Samsung Taps Former Siri Head To Stake Claim To The Internet Of Things

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What do you think of Siri? Laughable gimmick, or revolutionary interface of the future? Your answer to that question may well determine how excited you get about this: the engineer who oversaw Siri is now at Samsung, building their own Internet of Things API.

At a conference in San Francisco on Friday, Luc Julia, Samsung’s vice president of innovation lab, showed off SAMI. Sound familiar? SAMI — which stands for Samsung Architecture for Multimodal Interactions — is a platform that collects data from any connected devices, including wearables like the Galaxy Gear, and then makes that data available to other devices.

Macworld has a good write-up of what SAMI can do:

To demonstrate the service, Julia showed how SAMI might be used to build a personal health service. He donned a Fitbit and a wearable heart monitor, weighed himself on an Internet-connected scale, then ran around the stage a few times by way of putting himself through an exercise routine.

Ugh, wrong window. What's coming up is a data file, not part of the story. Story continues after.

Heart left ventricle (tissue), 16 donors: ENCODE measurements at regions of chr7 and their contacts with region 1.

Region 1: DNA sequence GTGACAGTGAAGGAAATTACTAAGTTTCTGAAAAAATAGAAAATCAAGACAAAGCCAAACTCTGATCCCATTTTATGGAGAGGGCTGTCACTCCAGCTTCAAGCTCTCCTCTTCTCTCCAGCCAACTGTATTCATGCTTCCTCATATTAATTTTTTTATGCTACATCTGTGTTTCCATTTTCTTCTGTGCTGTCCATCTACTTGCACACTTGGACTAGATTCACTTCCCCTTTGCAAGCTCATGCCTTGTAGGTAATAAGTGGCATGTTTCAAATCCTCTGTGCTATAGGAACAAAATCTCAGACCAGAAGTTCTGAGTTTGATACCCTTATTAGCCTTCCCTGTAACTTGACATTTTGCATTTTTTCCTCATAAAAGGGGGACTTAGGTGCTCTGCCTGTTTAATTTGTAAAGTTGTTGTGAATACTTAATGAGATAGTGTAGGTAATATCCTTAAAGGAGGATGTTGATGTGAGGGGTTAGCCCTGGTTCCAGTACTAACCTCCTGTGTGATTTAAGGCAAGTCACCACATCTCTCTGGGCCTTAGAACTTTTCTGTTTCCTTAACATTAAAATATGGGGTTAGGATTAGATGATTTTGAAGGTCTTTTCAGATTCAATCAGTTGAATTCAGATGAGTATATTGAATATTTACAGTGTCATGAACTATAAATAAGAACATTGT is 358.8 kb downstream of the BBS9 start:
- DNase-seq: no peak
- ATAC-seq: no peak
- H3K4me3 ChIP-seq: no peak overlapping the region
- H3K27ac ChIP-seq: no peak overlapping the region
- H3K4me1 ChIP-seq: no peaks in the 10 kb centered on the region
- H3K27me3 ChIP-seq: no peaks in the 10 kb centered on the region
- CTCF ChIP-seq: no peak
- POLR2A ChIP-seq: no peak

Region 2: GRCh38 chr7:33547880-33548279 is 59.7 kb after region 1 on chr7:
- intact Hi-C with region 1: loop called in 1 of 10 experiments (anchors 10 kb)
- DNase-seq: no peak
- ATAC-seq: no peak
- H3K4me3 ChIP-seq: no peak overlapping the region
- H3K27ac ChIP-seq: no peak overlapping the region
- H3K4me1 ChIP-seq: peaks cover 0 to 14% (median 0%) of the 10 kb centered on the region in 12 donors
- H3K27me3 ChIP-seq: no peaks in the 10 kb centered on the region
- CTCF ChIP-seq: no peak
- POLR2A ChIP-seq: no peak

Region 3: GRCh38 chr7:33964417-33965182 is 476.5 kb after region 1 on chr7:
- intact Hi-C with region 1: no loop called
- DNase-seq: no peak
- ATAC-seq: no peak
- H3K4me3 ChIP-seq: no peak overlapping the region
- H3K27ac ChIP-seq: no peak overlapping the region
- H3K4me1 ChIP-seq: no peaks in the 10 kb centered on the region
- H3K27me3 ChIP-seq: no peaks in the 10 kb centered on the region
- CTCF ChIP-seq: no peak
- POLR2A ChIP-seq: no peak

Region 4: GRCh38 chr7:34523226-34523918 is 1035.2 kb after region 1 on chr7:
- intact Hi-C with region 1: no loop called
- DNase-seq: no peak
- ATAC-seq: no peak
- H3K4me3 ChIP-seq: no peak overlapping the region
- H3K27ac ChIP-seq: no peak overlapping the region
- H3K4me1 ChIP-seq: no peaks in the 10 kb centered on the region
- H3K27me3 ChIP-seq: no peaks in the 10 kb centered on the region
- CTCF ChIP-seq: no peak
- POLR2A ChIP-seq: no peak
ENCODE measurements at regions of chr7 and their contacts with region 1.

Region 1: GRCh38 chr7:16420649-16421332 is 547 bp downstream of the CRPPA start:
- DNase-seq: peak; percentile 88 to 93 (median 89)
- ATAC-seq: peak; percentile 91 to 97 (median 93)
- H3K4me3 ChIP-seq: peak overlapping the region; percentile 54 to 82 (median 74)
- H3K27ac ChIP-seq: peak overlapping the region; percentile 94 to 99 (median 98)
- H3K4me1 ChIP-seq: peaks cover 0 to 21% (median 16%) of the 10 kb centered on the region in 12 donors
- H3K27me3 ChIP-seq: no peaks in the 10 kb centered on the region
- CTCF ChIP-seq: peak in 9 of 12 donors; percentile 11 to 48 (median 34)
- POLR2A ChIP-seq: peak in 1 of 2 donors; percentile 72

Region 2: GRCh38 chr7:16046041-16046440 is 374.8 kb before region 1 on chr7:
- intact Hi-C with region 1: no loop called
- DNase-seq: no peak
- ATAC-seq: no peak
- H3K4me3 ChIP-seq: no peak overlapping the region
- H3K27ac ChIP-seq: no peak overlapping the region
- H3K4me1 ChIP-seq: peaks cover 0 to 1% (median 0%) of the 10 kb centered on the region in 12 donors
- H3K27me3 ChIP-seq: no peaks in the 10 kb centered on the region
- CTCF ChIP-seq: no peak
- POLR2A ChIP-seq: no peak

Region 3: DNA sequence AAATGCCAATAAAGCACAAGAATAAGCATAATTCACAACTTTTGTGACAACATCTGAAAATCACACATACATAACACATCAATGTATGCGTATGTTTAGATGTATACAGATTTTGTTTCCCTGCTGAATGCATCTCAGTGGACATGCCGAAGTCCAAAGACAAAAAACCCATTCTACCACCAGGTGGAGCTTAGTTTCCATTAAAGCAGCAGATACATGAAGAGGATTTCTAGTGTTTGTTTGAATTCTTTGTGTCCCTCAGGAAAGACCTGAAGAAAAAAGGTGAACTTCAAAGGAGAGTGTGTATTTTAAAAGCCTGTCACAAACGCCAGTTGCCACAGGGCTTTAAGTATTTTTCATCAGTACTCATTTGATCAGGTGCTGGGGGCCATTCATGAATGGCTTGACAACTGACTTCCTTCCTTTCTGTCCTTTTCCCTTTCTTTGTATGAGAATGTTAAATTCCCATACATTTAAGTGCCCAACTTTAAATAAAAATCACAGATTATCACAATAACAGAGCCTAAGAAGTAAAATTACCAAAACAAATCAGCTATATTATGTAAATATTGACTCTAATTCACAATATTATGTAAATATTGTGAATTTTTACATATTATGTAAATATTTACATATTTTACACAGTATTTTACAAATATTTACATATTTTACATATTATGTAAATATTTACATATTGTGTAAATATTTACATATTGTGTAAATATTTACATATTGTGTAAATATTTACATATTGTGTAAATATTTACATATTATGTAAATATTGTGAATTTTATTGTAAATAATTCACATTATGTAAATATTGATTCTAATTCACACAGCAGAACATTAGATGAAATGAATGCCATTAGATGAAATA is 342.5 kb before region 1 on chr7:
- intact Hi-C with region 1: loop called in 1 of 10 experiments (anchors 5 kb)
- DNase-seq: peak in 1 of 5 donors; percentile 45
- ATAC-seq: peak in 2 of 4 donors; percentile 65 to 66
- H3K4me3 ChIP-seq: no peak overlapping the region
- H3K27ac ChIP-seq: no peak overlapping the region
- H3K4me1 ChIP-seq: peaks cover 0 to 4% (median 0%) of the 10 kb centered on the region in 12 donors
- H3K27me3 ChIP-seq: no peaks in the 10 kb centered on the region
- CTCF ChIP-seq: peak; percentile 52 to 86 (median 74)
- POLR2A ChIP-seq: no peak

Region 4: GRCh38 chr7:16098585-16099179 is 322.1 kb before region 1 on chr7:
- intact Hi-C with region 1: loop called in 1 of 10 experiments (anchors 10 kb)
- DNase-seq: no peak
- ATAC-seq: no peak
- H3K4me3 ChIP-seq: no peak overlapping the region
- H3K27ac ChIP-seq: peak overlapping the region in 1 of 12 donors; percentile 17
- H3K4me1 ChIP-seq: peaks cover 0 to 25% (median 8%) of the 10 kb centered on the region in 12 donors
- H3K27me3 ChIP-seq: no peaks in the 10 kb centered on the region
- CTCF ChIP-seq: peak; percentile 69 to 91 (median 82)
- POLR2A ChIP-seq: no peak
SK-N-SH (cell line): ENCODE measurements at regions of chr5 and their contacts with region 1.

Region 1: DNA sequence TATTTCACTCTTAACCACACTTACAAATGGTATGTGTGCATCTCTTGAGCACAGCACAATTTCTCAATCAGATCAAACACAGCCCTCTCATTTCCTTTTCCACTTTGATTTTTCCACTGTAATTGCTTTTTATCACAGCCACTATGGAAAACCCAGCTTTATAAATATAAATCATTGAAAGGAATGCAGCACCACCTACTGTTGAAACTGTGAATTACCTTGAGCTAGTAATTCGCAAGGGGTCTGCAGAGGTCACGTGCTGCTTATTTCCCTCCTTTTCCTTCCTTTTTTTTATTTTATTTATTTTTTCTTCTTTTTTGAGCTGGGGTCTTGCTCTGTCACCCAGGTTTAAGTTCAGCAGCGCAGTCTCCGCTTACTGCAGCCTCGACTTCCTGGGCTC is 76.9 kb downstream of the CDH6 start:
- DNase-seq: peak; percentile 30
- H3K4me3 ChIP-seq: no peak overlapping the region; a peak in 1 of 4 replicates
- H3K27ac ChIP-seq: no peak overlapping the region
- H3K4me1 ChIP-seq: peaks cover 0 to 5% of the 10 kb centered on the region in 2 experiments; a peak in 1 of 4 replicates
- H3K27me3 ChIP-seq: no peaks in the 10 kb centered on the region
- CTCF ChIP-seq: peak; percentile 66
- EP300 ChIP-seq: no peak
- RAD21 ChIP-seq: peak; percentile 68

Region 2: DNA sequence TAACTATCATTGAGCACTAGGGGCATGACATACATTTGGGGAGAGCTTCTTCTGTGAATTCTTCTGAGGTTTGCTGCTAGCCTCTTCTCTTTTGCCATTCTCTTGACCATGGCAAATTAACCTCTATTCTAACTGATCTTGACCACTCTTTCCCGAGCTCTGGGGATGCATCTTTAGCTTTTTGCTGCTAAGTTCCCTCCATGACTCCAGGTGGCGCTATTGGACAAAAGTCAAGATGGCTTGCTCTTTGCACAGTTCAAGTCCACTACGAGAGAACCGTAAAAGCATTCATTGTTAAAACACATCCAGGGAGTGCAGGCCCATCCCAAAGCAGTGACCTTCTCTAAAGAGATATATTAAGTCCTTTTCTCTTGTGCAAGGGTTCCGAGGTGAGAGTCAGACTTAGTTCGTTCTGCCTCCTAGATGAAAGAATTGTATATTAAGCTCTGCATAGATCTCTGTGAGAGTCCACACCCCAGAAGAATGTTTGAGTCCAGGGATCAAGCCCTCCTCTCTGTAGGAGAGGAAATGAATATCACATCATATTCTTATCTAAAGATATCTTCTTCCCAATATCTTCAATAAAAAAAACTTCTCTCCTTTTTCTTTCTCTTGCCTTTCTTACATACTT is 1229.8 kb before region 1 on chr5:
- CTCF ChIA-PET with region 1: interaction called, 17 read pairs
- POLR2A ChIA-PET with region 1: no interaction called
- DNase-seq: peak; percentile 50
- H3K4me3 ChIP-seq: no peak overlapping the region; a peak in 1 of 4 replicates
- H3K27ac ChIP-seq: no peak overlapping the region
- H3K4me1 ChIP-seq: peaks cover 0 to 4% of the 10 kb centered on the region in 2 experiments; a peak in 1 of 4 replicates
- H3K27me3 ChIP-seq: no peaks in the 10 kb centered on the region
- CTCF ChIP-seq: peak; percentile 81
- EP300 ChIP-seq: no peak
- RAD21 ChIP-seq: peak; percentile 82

He showed how data from the devices, which is normally viewed in standalone apps, can be collected by SAMI, processed, and then presented to the user in the form of a single app.

In Siri-like fashion, he also asked the service, “SAMI, how am I doing?” The app told him he had reached his exercise goal for the day. The idea is that it could do more sophisticated analysis, such as telling him when he needs to train harder or take a break.

It’s not surprising that Samsung is working on this. The Internet of Things is a big buzzword right now, but there are no standards holding it together. Every company — including Apple — is going to want it to be the internet of their things. Samsung, as usual, is going first, but will Apple go best?

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John BrownleeJohn Brownlee is a Contributing Editor. He has also written for Wired, Playboy, Boing Boing, Popular Mechanics, VentureBeat, and Gizmodo. He lives in Boston with his girlfriend and two parakeets. You can follow him here on Twitter.

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